The council of Chalcedon was adjourned after its final session on 1 November 451. The emperor and empress were indeed gratified that at last in their day the Church was properly unified…
The Council of Chalcedon Re-Examined, by V.C. Samuel
…and the leaders of the council were also pleased that its decisions were unanimously accepted by the participants.
Almost, but not quite. There were complaints that force was used to secure signatures. Further, several Egyptian bishops never signed the Tome and the Chalcedonian definition of the Faith.
The emperor ratified the decisions of the council, investing these with legal status in the empire. Anyone who disputed the decisions of the council would be punished in accordance with his position and rank: a government official would lose his status; a private citizen would be expelled from the city; a member of clergy would lose his rank and suffer other penalties. Critics were deemed heretic.
The emperor wrote that the council did nothing more than ratify the creed of Nicea as expounded in the councils of 381 and 431. He would continue:
The council ‘made absolutely no innovation about the apostolic faith, but in all respects … followed the teaching of Athanasius and Theophilus and Cyril.’
It was deemed that Eutyches and Dioscorus were teaching the ideas of Apollinarius, and any followers of these shall not have the right to execute a will or inherit in accord with the provisions of a will; whatever is left to them will be forfeit. They shall not ordain bishops or priests. Their churches will be confiscated and they shall have no assemblies or meetings. If they meet in a house with the consent of the owner, the house will be confiscated.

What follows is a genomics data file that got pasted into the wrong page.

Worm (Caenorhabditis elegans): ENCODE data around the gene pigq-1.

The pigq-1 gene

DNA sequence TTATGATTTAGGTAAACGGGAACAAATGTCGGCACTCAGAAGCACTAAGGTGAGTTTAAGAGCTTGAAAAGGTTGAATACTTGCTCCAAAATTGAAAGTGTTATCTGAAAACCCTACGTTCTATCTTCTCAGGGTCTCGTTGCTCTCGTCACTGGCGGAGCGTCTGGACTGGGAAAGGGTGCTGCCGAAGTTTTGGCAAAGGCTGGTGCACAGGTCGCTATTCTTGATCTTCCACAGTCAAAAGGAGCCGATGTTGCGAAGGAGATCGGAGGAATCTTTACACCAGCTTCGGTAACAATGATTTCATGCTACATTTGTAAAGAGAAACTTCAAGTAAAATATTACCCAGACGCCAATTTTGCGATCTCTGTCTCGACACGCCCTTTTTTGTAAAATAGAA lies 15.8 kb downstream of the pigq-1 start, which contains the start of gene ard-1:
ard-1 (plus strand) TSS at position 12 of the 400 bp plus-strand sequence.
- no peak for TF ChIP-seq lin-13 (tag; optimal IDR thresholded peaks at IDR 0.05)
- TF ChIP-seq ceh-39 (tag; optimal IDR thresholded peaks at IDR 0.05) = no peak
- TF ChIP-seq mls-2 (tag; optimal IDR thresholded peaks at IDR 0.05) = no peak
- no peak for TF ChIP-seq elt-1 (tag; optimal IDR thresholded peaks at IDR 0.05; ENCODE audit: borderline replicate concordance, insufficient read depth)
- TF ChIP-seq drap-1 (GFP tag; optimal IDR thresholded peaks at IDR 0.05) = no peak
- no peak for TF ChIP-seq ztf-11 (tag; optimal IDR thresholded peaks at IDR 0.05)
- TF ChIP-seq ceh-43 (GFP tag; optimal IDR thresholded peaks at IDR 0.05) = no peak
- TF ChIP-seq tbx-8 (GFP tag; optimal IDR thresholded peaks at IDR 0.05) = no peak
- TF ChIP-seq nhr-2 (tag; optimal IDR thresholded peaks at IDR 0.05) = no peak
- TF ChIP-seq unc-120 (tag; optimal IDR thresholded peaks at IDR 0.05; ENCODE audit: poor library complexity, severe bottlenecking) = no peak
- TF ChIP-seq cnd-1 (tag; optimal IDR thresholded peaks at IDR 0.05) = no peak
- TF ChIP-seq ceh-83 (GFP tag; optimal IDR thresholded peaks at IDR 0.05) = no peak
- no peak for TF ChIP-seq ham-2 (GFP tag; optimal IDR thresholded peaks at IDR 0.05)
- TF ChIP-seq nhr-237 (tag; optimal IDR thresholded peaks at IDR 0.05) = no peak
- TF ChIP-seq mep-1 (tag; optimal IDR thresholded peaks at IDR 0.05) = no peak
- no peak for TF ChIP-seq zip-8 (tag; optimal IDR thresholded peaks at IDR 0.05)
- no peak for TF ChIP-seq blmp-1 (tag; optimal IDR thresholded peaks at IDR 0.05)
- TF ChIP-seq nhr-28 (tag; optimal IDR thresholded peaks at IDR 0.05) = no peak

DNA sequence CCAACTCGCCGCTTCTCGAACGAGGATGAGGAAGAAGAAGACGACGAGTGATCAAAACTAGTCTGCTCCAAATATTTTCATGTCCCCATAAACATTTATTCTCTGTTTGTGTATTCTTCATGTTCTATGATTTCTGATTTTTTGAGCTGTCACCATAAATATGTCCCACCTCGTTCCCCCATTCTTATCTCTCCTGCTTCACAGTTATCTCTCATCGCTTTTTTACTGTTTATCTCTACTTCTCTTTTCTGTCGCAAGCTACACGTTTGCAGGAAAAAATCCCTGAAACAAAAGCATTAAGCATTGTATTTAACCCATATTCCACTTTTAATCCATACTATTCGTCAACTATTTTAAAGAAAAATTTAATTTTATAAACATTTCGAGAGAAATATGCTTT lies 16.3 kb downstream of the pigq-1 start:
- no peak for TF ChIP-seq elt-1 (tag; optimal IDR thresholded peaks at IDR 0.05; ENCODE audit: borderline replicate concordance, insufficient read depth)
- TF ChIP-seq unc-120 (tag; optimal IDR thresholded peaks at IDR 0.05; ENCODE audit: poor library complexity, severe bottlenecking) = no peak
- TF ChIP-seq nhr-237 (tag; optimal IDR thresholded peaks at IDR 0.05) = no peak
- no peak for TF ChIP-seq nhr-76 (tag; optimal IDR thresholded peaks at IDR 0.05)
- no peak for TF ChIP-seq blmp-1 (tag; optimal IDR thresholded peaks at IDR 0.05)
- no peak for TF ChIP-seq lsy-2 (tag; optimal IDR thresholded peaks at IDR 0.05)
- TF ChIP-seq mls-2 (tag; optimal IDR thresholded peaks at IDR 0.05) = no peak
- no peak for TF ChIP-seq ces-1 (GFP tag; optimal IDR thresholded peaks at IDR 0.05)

They shall not write anything against the council; if they do, they shall be exiled perpetually, and their books shall be destroyed.
In case it is thought that it was just a few Egyptian bishops who were on the outs, even pope Leo refused to accept the council for a time. His disagreement was specifically concerning the see of Constantinople (recalling the desire of the emperor to make Constantinople equal to Rome and the most powerful see in the east).
Ultimately, the threat posed by the non-Chalcedonian bishops drove Leo to accept the doctrinal decrees of the council. It isn’t completely clear from Samuel’s text, but it appears this acceptance excluded any reference to the issue of Constantinople.
With Rome and Constantinople now united, the lines were clearly drawn. It wasn’t only bishops in Egypt that were opposed. However, the weight in this disagreement was clearly in favor of the emperor and the pope. Samuel describes the opposition in four stages, beginning in 451 and running through the seventh century and the time of Muslim conquests of Byzantine lands.
The first stage, running from 451 to 475 was a period where the non-Chalcedonians, with no imperial backing, were suppressed and reduced to the status of negligible sects in some inaccessible corners of the empire. The second stage, running through 518, gave the non-Chalcedonian movement time to strengthen itself.
The third stage ran from 518 to 536. While emperor Justin I brought back an era of persecution against the opponents of the council, his nephew and successor Justinian saw need to try and work out the disagreements by negotiation. His efforts failed, and further efforts also did not succeed. And this marks the fourth stage, running until the Arab Muslims began their conquests.
The initial opposition, or the first stage. Of this time, A. A. Vasilev would write: